Looking for cheap office space? Building Owners and Managers Association International has some markets that might interest you.
BOMA has compiled the top five most expensive and least expensive commercial real estate markets, for both operating expense and rental expense. BOMA aggregated 2011 rental income and operating expense figures from more than 5,400 buildings across 250 distinct markets.
No surprises, perhaps, among the most expensive markets based on rental income:
1. New York
2. Washington D.C.
4. San Francisco
5. San Mateo, CA (which is between the San Francisco and San Jose markets)
On the flip side, the five least expensive markets based on rental income:
1. Shreveport, LA
3. Harrisburg, Pa.
4. St. Louis
BOMA notes that most markets most “are seeing meaningful increases in rental income, suggesting that tenants may begin to see rental rates increase as building owners become more confident in their earning potential.” In Shreveport, rental income was up nearly 14 percent from 2010.
Of course, cost is all relative. If your business needs to be in New York or San Francisco, you’re a captive of the going rate for space, and if there’s no reason for you to be in Shreveport or Dayton, bargain commercial space doesn’t really matter. But for companies that are in the market, the numbers suggest that building owners are more confident about their prospects and profit potential, which likely means higher rental rates.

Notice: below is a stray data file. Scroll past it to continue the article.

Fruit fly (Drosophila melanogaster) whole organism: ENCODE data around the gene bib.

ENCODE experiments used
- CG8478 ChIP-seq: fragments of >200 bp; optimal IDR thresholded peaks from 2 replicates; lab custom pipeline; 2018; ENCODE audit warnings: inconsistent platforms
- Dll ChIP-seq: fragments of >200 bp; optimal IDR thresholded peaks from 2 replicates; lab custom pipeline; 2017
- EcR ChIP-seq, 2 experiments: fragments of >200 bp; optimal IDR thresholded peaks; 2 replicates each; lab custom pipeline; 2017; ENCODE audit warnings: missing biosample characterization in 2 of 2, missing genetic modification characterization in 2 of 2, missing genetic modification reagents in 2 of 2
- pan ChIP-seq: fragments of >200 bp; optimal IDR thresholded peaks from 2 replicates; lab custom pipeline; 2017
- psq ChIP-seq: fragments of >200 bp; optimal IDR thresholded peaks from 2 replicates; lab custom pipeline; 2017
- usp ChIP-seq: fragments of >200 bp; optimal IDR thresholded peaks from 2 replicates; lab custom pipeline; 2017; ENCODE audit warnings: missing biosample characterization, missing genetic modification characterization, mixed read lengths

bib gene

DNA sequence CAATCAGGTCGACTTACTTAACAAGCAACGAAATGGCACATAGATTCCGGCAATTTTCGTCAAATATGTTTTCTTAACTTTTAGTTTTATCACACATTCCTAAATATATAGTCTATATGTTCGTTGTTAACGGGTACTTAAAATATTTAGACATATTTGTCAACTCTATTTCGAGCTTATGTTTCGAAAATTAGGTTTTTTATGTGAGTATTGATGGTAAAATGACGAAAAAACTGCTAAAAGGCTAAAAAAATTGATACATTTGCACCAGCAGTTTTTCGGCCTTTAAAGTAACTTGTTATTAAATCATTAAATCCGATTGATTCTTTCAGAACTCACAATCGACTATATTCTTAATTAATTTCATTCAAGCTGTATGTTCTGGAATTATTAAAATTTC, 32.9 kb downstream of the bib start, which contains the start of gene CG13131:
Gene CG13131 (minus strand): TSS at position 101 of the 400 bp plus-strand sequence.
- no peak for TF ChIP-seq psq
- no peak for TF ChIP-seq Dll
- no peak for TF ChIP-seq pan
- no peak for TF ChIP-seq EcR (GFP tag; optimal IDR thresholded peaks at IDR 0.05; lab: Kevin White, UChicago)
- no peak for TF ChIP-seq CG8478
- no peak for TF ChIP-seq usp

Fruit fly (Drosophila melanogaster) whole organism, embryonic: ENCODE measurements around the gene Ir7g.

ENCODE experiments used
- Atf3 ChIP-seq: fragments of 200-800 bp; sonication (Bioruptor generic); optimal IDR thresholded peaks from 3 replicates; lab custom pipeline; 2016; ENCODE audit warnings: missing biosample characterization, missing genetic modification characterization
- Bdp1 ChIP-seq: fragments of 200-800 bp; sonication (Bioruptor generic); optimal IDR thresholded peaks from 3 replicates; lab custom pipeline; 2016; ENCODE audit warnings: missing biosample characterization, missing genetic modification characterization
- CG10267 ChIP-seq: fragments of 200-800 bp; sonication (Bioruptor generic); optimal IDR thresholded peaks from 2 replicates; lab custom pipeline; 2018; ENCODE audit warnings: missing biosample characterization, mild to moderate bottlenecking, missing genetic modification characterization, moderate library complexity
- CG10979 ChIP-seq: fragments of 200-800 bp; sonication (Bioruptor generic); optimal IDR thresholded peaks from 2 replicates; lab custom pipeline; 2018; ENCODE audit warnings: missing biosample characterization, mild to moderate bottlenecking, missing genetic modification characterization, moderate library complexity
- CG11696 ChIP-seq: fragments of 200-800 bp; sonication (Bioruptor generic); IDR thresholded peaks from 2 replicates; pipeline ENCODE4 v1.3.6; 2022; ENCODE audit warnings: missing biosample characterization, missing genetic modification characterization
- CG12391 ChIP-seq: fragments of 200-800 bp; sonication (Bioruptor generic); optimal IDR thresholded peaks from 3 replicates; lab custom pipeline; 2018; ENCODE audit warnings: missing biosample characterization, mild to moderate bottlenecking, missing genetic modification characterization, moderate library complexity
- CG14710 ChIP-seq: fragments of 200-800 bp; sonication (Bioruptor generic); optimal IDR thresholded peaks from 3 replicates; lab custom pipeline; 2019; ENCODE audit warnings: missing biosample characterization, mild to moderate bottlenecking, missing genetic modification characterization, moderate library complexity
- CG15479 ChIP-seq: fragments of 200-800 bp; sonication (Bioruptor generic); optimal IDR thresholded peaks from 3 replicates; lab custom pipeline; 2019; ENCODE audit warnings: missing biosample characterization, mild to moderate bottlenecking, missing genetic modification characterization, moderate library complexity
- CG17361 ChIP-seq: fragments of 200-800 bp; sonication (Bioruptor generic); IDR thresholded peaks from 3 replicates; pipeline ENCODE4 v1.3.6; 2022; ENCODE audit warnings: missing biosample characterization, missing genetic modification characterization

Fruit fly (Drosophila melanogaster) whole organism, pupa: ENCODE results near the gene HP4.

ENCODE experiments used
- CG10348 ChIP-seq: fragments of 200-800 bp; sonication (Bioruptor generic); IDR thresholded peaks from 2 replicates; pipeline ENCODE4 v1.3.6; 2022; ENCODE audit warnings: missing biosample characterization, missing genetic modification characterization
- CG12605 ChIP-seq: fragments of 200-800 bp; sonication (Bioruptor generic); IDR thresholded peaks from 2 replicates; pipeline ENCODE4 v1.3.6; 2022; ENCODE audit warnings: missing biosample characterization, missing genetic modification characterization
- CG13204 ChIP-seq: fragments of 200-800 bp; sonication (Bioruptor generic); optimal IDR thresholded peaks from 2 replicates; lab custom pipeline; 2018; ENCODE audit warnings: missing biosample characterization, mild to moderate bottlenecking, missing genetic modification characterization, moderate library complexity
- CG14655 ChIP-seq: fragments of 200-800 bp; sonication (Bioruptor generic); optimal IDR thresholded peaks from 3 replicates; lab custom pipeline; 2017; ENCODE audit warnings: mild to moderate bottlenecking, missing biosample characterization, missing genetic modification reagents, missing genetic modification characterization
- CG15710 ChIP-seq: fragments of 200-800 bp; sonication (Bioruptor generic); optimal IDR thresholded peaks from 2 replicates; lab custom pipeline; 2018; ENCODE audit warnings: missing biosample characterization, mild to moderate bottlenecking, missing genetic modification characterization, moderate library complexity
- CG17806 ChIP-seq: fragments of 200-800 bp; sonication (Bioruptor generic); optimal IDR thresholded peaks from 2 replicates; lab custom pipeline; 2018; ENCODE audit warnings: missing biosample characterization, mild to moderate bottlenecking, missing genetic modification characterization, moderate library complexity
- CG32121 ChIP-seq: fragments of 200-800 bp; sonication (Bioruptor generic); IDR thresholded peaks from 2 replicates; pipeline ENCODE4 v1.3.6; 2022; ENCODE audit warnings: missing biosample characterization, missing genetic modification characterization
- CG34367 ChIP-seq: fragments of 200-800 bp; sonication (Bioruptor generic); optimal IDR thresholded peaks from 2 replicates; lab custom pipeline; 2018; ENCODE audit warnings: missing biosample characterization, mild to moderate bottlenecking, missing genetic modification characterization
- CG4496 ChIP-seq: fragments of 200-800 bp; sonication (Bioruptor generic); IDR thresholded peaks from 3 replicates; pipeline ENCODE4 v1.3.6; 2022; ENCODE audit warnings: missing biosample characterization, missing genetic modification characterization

Here’s another set of numbers that could be influencing the cost of commercial real estate – unemployment rates. Bizjournals.com shows, based on U.S. Bureau of Labor Statistics data for July 2012, eight markets with jobless rates under 6 percent.
The two best markets – Omaha and Oklahoma City, had unemployment rates of 4.7 and 4.8 percent respectively. Omaha has a highly diversified economy that remained relatively stable even during the recession, while Oklahoma City is one of the markets benefiting from the boom in the energy sector.
More sobering, 15 markets had jobless rates at 10 percent or higher, seven of them in California.
What’s the job picture like in your market? What sectors of the economy are seeing growth and where is job creation coming from in your community? Share your experiences.